The Story of the Landscape
Our working group has made several research
and photography expeditions to the rock art area of Lake Onega and
the White Sea over a period of six years. The petroglyph sites of
Lake Onega are in Russian Karelia, in an uninhabited zone 20 kilometers
long on the east shore of the lake.
The landscape of the rock art area on Lake Onega has remained almost unchanged
for 6,000 years. Capes and points extending into the lake, rock faces
with petroglyphs between them and long beaches present a landscape
of myth that has shown itself to us at different times of the day
and year. At the same time, our experience of the landscape has grown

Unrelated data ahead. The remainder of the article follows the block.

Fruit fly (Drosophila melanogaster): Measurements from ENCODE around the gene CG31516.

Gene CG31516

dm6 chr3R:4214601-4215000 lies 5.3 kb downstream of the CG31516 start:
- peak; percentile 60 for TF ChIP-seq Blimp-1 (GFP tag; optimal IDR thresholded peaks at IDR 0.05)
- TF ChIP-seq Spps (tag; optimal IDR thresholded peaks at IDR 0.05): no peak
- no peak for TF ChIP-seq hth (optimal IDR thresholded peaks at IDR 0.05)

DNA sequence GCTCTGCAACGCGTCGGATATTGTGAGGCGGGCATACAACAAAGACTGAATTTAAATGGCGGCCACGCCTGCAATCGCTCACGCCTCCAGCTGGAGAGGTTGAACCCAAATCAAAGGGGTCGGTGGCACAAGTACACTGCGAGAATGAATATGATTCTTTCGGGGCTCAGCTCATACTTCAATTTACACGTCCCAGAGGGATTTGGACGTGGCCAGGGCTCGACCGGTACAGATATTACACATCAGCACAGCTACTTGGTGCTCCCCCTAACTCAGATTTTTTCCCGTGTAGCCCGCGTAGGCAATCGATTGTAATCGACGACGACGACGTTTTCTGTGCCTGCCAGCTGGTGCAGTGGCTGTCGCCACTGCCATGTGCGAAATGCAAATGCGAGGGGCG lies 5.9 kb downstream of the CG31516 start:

both aesthetically and in content to become deeper and richer.
The imagery of the rock art area is important both in terms of research
and in artistic perspective. The Fenno-Ugrians and other ethnic groups
living in the area carved the signs and visual narratives at the
rock sites during the Neolithic Stone Age (4000–2000 before the Common
Era). The grooves and furrows in the rock are like pictures from
a history book telling about people in the past and their life. The
pictures may be associated with means of livelihood, healing, communal
rites or concepts of the birth of the universe or the hereafter.
and their surrounding landscape deepen our understanding of the worldview
of people in the distant past, and of ourselves. The sanctity and
power of the landscape can be sensed. For a moment, we – like the
people of prehistory – are one with nature.
Marjukka Vainio, Riitta
Virtanen and Erkki Murtonen